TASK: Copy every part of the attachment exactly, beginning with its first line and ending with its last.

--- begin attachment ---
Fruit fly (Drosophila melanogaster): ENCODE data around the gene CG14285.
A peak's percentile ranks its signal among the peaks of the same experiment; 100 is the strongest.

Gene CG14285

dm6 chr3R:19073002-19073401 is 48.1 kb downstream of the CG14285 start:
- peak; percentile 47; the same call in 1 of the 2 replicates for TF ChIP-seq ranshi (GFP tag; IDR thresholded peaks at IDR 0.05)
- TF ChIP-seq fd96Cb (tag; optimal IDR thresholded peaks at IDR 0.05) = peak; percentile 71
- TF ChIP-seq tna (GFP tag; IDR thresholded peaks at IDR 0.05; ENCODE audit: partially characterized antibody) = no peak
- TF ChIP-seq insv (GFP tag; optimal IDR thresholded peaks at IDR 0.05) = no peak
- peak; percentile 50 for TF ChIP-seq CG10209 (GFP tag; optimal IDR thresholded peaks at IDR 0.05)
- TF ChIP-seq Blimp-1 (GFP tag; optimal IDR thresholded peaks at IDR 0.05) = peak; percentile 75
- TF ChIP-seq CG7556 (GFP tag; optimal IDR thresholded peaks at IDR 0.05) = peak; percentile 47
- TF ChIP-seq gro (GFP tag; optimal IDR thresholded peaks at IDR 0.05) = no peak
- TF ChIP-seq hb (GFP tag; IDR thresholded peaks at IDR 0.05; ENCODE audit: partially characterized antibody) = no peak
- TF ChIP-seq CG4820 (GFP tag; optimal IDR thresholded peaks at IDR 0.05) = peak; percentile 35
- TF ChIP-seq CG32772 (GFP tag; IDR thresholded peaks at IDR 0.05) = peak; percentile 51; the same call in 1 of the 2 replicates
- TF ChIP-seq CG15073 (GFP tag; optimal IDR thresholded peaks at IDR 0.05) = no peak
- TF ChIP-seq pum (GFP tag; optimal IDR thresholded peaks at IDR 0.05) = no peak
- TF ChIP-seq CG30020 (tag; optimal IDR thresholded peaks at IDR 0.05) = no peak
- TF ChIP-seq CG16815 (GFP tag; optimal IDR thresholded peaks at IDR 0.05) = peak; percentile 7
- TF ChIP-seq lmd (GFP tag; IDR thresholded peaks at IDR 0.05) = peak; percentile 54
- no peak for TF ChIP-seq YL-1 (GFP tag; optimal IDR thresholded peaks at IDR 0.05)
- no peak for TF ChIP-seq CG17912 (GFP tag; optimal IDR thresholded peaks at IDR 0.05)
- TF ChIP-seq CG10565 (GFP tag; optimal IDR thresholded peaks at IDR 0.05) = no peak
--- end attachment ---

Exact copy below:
Fruit fly (Drosophila melanogaster): ENCODE data around the gene CG14285.
A peak's percentile ranks its signal among the peaks of the same experiment; 100 is the strongest.

Gene CG14285

dm6 chr3R:19073002-19073401 is 48.1 kb downstream of the CG14285 start:
- peak; percentile 47; the same call in 1 of the 2 replicates for TF ChIP-seq ranshi (GFP tag; IDR thresholded peaks at IDR 0.05)
- TF ChIP-seq fd96Cb (tag; optimal IDR thresholded peaks at IDR 0.05) = peak; percentile 71
- TF ChIP-seq tna (GFP tag; IDR thresholded peaks at IDR 0.05; ENCODE audit: partially characterized antibody) = no peak
- TF ChIP-seq insv (GFP tag; optimal IDR thresholded peaks at IDR 0.05) = no peak
- peak; percentile 50 for TF ChIP-seq CG10209 (GFP tag; optimal IDR thresholded peaks at IDR 0.05)
- TF ChIP-seq Blimp-1 (GFP tag; optimal IDR thresholded peaks at IDR 0.05) = peak; percentile 75
- TF ChIP-seq CG7556 (GFP tag; optimal IDR thresholded peaks at IDR 0.05) = peak; percentile 47
- TF ChIP-seq gro (GFP tag; optimal IDR thresholded peaks at IDR 0.05) = no peak
- TF ChIP-seq hb (GFP tag; IDR thresholded peaks at IDR 0.05; ENCODE audit: partially characterized antibody) = no peak
- TF ChIP-seq CG4820 (GFP tag; optimal IDR thresholded peaks at IDR 0.05) = peak; percentile 35
- TF ChIP-seq CG32772 (GFP tag; IDR thresholded peaks at IDR 0.05) = peak; percentile 51; the same call in 1 of the 2 replicates
- TF ChIP-seq CG15073 (GFP tag; optimal IDR thresholded peaks at IDR 0.05) = no peak
- TF ChIP-seq pum (GFP tag; optimal IDR thresholded peaks at IDR 0.05) = no peak
- TF ChIP-seq CG30020 (tag; optimal IDR thresholded peaks at IDR 0.05) = no peak
- TF ChIP-seq CG16815 (GFP tag; optimal IDR thresholded peaks at IDR 0.05) = peak; percentile 7
- TF ChIP-seq lmd (GFP tag; IDR thresholded peaks at IDR 0.05) = peak; percentile 54
- no peak for TF ChIP-seq YL-1 (GFP tag; optimal IDR thresholded peaks at IDR 0.05)
- no peak for TF ChIP-seq CG17912 (GFP tag; optimal IDR thresholded peaks at IDR 0.05)
- TF ChIP-seq CG10565 (GFP tag; optimal IDR thresholded peaks at IDR 0.05) = no peak